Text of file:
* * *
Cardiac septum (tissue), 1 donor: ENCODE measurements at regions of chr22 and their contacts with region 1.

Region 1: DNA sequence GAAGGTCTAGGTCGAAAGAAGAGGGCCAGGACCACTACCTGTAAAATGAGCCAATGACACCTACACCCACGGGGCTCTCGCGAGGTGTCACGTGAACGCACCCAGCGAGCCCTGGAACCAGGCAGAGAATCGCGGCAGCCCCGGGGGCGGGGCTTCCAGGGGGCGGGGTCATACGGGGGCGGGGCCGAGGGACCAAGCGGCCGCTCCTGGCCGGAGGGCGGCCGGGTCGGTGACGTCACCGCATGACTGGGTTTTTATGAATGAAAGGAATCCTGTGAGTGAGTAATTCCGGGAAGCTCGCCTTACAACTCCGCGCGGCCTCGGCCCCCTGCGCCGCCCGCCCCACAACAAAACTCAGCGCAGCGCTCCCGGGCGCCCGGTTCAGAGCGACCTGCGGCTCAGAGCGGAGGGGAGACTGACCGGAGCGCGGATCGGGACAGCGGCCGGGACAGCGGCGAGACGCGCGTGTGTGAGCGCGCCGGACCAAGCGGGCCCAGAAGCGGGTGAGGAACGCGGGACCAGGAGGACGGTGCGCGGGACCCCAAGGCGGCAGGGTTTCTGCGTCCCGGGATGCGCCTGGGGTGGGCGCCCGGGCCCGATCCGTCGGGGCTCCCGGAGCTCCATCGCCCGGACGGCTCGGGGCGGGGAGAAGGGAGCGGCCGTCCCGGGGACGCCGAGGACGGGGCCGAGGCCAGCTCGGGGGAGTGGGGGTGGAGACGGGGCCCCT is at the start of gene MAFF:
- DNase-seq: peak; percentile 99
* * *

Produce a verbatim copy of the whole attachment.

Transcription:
Cardiac septum (tissue), 1 donor: ENCODE measurements at regions of chr22 and their contacts with region 1.

Region 1: DNA sequence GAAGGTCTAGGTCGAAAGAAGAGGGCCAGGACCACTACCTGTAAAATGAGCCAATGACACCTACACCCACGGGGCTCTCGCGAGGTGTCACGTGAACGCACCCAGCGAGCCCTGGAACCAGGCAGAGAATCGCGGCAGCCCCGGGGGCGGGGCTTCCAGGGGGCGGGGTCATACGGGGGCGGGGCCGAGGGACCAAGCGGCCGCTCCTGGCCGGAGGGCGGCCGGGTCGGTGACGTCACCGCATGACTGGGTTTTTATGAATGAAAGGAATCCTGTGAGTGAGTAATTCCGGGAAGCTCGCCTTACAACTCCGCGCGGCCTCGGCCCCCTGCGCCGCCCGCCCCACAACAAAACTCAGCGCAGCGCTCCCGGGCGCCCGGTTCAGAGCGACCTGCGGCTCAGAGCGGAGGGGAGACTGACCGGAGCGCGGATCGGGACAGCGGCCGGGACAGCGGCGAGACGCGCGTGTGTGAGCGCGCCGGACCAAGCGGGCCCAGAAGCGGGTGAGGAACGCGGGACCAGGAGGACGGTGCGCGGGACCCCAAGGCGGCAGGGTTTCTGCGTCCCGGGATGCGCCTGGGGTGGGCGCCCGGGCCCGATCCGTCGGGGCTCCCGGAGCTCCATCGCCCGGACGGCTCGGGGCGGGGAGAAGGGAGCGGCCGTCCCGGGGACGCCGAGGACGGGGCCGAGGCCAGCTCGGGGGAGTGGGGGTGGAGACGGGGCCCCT is at the start of gene MAFF:
- DNase-seq: peak; percentile 99